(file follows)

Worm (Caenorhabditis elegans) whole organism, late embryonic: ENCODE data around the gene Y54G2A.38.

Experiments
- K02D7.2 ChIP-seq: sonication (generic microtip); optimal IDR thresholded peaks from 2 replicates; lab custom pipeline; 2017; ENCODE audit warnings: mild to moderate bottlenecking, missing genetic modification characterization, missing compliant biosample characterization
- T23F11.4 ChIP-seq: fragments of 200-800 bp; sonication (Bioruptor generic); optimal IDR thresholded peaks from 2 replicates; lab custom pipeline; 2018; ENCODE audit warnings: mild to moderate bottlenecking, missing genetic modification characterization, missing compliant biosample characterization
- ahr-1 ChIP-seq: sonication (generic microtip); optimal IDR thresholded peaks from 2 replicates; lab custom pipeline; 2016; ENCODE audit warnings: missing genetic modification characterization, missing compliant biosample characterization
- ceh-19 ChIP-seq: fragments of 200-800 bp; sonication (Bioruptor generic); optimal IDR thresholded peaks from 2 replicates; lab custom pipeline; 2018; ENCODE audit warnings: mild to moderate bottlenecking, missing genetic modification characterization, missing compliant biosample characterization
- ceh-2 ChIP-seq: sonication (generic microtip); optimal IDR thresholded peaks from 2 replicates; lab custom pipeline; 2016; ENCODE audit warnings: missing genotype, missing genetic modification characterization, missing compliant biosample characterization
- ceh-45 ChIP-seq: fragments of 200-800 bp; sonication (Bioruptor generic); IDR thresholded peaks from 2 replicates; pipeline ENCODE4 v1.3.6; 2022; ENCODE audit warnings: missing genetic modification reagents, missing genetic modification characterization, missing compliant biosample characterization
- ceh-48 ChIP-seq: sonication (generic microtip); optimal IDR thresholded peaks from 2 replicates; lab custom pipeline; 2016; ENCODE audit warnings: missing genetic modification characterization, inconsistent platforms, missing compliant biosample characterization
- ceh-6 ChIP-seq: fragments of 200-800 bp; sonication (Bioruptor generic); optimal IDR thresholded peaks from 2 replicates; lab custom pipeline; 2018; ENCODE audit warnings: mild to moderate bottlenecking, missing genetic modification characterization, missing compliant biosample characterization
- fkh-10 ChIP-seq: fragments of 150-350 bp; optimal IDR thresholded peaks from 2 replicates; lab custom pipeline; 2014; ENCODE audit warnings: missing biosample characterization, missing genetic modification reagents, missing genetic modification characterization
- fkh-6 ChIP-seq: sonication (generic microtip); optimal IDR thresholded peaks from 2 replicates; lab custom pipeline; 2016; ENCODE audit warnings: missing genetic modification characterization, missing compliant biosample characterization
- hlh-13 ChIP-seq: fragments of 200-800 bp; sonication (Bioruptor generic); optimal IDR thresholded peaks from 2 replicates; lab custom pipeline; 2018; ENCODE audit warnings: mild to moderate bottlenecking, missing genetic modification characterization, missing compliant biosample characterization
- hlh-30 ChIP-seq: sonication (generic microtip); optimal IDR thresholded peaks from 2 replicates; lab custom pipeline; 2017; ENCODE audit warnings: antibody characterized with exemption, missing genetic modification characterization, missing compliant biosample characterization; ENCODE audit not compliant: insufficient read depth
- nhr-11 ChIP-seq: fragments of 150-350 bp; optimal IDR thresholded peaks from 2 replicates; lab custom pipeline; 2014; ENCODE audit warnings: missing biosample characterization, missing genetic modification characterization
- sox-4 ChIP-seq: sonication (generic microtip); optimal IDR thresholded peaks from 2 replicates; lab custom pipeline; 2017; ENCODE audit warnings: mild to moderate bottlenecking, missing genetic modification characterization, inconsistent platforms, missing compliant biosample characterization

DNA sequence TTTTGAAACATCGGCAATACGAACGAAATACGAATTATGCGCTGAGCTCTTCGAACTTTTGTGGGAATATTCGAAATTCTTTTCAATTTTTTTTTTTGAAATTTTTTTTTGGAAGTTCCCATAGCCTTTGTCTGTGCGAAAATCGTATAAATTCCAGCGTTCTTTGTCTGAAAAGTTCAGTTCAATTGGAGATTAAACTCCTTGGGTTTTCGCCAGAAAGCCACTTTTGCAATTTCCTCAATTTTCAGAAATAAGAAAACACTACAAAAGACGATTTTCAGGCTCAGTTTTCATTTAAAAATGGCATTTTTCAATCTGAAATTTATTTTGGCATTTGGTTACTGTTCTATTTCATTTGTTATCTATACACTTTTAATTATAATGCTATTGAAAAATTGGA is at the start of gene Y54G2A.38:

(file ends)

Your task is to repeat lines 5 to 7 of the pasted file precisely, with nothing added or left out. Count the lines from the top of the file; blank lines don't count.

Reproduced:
- ahr-1 ChIP-seq: sonication (generic microtip); optimal IDR thresholded peaks from 2 replicates; lab custom pipeline; 2016; ENCODE audit warnings: missing genetic modification characterization, missing compliant biosample characterization
- ceh-19 ChIP-seq: fragments of 200-800 bp; sonication (Bioruptor generic); optimal IDR thresholded peaks from 2 replicates; lab custom pipeline; 2018; ENCODE audit warnings: mild to moderate bottlenecking, missing genetic modification characterization, missing compliant biosample characterization
- ceh-2 ChIP-seq: sonication (generic microtip); optimal IDR thresholded peaks from 2 replicates; lab custom pipeline; 2016; ENCODE audit warnings: missing genotype, missing genetic modification characterization, missing compliant biosample characterization